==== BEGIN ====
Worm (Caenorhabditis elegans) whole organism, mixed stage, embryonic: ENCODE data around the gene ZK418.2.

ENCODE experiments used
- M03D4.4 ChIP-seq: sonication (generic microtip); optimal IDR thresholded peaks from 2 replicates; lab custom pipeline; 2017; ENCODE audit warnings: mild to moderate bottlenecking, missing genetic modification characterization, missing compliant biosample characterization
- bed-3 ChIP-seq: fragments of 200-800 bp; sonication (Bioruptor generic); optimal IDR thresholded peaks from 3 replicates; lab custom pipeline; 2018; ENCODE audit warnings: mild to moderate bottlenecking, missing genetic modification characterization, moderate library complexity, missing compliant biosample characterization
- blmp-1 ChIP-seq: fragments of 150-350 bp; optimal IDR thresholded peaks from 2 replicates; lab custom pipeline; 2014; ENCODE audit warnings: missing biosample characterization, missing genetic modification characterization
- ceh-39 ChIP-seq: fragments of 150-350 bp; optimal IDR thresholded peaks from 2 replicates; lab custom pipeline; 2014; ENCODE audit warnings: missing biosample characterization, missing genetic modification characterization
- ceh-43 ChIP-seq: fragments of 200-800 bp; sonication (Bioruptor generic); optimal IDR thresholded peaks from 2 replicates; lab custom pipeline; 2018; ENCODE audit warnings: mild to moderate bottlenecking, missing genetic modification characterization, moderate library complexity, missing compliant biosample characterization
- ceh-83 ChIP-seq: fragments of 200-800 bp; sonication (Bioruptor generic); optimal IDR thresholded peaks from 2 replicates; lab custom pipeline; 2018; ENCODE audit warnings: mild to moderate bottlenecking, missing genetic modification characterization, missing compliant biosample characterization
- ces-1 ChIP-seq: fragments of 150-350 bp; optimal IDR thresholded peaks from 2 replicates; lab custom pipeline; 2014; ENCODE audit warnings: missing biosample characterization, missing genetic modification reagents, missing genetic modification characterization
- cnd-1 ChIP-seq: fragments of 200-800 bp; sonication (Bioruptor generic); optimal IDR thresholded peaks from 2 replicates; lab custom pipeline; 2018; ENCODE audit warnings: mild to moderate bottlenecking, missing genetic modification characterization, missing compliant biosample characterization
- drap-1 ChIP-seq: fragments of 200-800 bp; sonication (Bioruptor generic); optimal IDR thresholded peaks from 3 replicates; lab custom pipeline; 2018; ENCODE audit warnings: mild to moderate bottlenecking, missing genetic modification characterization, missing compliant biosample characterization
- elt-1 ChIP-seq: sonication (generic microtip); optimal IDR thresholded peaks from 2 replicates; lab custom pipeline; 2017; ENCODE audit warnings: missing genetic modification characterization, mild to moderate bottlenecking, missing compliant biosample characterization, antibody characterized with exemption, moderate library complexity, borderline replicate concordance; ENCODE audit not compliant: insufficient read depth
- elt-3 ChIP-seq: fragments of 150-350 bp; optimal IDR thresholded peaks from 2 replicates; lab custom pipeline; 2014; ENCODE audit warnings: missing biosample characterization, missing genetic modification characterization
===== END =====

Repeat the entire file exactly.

Worm (Caenorhabditis elegans) whole organism, mixed stage, embryonic: ENCODE data around the gene ZK418.2.

ENCODE experiments used
- M03D4.4 ChIP-seq: sonication (generic microtip); optimal IDR thresholded peaks from 2 replicates; lab custom pipeline; 2017; ENCODE audit warnings: mild to moderate bottlenecking, missing genetic modification characterization, missing compliant biosample characterization
- bed-3 ChIP-seq: fragments of 200-800 bp; sonication (Bioruptor generic); optimal IDR thresholded peaks from 3 replicates; lab custom pipeline; 2018; ENCODE audit warnings: mild to moderate bottlenecking, missing genetic modification characterization, moderate library complexity, missing compliant biosample characterization
- blmp-1 ChIP-seq: fragments of 150-350 bp; optimal IDR thresholded peaks from 2 replicates; lab custom pipeline; 2014; ENCODE audit warnings: missing biosample characterization, missing genetic modification characterization
- ceh-39 ChIP-seq: fragments of 150-350 bp; optimal IDR thresholded peaks from 2 replicates; lab custom pipeline; 2014; ENCODE audit warnings: missing biosample characterization, missing genetic modification characterization
- ceh-43 ChIP-seq: fragments of 200-800 bp; sonication (Bioruptor generic); optimal IDR thresholded peaks from 2 replicates; lab custom pipeline; 2018; ENCODE audit warnings: mild to moderate bottlenecking, missing genetic modification characterization, moderate library complexity, missing compliant biosample characterization
- ceh-83 ChIP-seq: fragments of 200-800 bp; sonication (Bioruptor generic); optimal IDR thresholded peaks from 2 replicates; lab custom pipeline; 2018; ENCODE audit warnings: mild to moderate bottlenecking, missing genetic modification characterization, missing compliant biosample characterization
- ces-1 ChIP-seq: fragments of 150-350 bp; optimal IDR thresholded peaks from 2 replicates; lab custom pipeline; 2014; ENCODE audit warnings: missing biosample characterization, missing genetic modification reagents, missing genetic modification characterization
- cnd-1 ChIP-seq: fragments of 200-800 bp; sonication (Bioruptor generic); optimal IDR thresholded peaks from 2 replicates; lab custom pipeline; 2018; ENCODE audit warnings: mild to moderate bottlenecking, missing genetic modification characterization, missing compliant biosample characterization
- drap-1 ChIP-seq: fragments of 200-800 bp; sonication (Bioruptor generic); optimal IDR thresholded peaks from 3 replicates; lab custom pipeline; 2018; ENCODE audit warnings: mild to moderate bottlenecking, missing genetic modification characterization, missing compliant biosample characterization
- elt-1 ChIP-seq: sonication (generic microtip); optimal IDR thresholded peaks from 2 replicates; lab custom pipeline; 2017; ENCODE audit warnings: missing genetic modification characterization, mild to moderate bottlenecking, missing compliant biosample characterization, antibody characterized with exemption, moderate library complexity, borderline replicate concordance; ENCODE audit not compliant: insufficient read depth
- elt-3 ChIP-seq: fragments of 150-350 bp; optimal IDR thresholded peaks from 2 replicates; lab custom pipeline; 2014; ENCODE audit warnings: missing biosample characterization, missing genetic modification characterization